Going green, quietly

  • 20-Jan-2010 09:09 EST
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The listening room at Ricardo: engineers benefit from noise analysis displayed on the room’s large screen.

At the beginning of a new decade, the same priorities seem to be at the top of the agenda for vehicle manufacturers across the board: reduce emissions, improve fuel economy, and improve refinement. In the off-highway industry, great strides have been made in the past 10 years, but manufacturers are still being asked to go one stage further in all three areas and finding themselves facing trade-offs.

The upcoming U.S. EPA Tier 4 and EU stage IIIB emissions regulations are the most paramount hurdle to clear with test engineers and engine and vehicle designers looking at different solutions to achieve the upcoming, and also subsequent, standards. However, with changing emissions legislation, there are knock-on effects to current levels of NVH. Whether it be the noise generated by extra components on a selective catalytic reduction (SCR)-enabled powertrain or vibrations caused by higher cylinder pressures, a number of NVH challenges present themselves as a result of manufacturers being greener.

“The main aim for manufacturers is to reduce NOx as far as possible, and our job is to quantify the risks involved and make sure there are some developments to mitigate those risks,” said Gareth Strong, NVH Manager at Ricardo. “One of the impressions is that there doesn’t seem to be much of a push for weight reduction in off-highway vehicles and systems; more important are developments in SCR and EGR [exhaust gas recirculation].”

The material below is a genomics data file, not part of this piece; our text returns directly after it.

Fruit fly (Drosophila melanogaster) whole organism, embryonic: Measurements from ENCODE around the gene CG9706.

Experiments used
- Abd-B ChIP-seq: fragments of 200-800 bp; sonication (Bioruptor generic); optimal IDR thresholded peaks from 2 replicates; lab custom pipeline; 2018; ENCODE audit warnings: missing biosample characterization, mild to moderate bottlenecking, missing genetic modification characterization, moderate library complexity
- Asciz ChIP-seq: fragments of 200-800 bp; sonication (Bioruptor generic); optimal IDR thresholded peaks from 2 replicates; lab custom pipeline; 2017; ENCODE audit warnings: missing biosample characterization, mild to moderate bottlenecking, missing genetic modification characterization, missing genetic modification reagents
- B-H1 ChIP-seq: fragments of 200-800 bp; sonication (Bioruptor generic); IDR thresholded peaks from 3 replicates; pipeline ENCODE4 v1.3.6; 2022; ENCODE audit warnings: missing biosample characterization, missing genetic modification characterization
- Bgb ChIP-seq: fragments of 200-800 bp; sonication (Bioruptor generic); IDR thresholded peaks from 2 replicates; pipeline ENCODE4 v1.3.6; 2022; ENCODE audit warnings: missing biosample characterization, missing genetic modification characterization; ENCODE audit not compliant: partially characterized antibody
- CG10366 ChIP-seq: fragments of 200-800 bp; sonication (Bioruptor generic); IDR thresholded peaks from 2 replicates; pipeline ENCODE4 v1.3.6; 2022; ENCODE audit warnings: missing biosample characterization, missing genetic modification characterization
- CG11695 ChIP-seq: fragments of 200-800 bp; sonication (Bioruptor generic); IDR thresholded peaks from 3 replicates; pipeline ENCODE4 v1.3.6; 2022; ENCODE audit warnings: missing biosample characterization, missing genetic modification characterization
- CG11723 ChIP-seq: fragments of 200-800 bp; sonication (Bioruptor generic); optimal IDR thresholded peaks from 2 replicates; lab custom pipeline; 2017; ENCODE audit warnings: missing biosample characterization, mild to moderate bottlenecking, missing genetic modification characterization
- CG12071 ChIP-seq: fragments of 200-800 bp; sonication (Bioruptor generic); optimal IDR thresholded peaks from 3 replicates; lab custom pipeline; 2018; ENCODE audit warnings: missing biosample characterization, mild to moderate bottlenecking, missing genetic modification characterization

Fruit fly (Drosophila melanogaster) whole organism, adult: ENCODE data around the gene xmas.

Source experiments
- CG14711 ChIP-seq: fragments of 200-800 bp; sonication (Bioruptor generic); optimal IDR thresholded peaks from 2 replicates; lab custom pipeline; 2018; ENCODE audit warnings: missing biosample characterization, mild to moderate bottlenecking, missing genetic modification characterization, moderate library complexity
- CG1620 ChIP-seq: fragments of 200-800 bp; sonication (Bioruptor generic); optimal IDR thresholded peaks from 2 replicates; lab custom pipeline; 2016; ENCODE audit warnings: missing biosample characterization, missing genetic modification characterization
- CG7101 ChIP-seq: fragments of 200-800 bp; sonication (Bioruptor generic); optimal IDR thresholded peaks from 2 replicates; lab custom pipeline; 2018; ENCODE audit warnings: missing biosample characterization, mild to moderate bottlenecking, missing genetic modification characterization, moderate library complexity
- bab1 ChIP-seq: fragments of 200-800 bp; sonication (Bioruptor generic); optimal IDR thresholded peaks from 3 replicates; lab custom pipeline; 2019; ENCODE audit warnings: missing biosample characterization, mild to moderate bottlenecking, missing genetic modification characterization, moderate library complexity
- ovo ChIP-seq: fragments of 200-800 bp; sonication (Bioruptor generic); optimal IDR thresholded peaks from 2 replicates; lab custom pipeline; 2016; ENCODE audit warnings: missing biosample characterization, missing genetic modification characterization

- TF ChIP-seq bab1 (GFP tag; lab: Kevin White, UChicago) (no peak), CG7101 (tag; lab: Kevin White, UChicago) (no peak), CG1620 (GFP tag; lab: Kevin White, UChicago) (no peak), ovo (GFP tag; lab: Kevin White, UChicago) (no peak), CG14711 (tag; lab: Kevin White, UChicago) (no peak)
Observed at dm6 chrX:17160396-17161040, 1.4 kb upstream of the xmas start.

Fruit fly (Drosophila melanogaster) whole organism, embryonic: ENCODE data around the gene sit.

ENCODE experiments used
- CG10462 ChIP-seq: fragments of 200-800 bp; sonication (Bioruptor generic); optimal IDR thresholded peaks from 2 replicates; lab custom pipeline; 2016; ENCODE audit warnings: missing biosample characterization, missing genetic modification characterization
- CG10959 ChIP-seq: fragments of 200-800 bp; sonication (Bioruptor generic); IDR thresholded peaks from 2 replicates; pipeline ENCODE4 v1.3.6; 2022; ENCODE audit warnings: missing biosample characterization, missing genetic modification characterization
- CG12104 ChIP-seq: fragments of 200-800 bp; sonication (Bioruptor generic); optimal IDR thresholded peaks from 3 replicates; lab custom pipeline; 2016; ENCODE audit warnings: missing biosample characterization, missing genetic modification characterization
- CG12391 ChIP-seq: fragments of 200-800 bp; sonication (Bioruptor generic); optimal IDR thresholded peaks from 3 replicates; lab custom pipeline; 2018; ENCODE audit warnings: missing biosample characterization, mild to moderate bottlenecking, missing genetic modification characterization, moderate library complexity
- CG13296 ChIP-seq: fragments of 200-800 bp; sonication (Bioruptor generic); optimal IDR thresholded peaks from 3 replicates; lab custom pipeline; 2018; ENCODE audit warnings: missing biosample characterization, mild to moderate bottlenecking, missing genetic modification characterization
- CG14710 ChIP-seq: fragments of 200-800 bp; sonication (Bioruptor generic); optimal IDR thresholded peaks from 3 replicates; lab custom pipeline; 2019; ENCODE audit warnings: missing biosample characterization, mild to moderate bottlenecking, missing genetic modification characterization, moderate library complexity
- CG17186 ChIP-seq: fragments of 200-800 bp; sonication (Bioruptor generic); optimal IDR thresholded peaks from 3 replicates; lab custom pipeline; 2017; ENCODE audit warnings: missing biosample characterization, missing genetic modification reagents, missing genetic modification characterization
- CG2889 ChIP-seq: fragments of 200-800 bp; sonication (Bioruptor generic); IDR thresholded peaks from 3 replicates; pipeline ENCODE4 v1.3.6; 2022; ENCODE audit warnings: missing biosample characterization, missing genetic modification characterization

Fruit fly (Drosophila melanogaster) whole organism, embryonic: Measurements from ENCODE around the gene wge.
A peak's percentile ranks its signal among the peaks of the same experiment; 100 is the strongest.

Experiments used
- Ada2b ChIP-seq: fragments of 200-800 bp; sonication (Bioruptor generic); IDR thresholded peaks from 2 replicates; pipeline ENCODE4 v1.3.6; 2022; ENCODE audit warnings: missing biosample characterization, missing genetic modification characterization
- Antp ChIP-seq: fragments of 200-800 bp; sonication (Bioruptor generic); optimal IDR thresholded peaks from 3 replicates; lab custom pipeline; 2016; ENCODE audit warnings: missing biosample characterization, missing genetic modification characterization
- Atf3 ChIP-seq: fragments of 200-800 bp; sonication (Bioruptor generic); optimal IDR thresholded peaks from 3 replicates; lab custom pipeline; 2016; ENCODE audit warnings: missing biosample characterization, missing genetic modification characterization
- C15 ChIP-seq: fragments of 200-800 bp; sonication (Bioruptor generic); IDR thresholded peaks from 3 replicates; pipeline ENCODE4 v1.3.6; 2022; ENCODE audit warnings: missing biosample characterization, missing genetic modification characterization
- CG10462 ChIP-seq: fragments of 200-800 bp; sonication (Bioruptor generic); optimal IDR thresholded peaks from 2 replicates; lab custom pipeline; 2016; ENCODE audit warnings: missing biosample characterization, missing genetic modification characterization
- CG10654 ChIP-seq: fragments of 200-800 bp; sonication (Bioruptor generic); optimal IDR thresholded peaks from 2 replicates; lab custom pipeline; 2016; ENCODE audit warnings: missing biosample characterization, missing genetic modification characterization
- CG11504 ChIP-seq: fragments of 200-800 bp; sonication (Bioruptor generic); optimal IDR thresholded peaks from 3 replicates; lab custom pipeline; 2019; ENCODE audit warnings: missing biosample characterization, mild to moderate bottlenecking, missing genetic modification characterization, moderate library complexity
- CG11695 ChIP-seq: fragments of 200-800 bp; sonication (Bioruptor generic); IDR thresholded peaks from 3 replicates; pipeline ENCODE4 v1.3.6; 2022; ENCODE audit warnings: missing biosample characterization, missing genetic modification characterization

While there are noise problems relating to the extra components needed for the aftertreatment involved in SCR, things don’t get much easier when dealing with EGR.

“EGR is probably a bit easier to work with from an NVH point of view because there is less aftertreatment on the system, but if you are switching from a standard EGR to a high EGR to get the emissions down, you get differences between operating modes, which means different combustion noises,” said Strong. “If operators are using a piece of equipment that doesn’t sound how it normally does because of the different emissions regime, they may think there is something wrong with it.”

FEV is another testing operation whose NVH work is currently being influenced by emissions standards. “NVH and emissions requirements are often in conflict,” said Tom D’Anna, Supervisor, NVH and Driveline Systems. “Calibration changes required for emissions reduction often drive combustion noise levels higher.”

To combat this issue, FEV has created tools such as the in-house developed combustion sound level (CSL) to address the NVH/emissions balance. “CSL is a powerful tool that can be used to break down and address the combustion noise shares [mechanical, flow, and direct/indirect combustion],” said D’Anna. “It can be used in the test-cell environment to help refine the NVH characteristics of the engine before it is installed in the vehicle and also to tune the calibration to meet emissions requirements while understanding the NVH trade-offs.”

Another piece of legislation that FEV has to adhere to in its test and development work on NVH is related to pass-by and the 2000/14/EC directive from the European Parliament.

“This exterior noise procedure requires a large diameter hemispherical sound power array to be set up on an exterior noise pad that FEV has available,” explains D’Anna. “Once a baseline has been established on the pad, an array of nearfield microphones is used inside to more quickly assess various design iterations and changes without being constrained by the weather.”

Use of such an interior “sound pad” requires detailed frequency-domain-based correlation factors to be certain that improvements measured in the interior development pad can be realized during a certified test outside. Once correlation has been established, FEV uses its tools to address typical dominant sources, such as cooling fan and engine noise, to meet the required noise targets.

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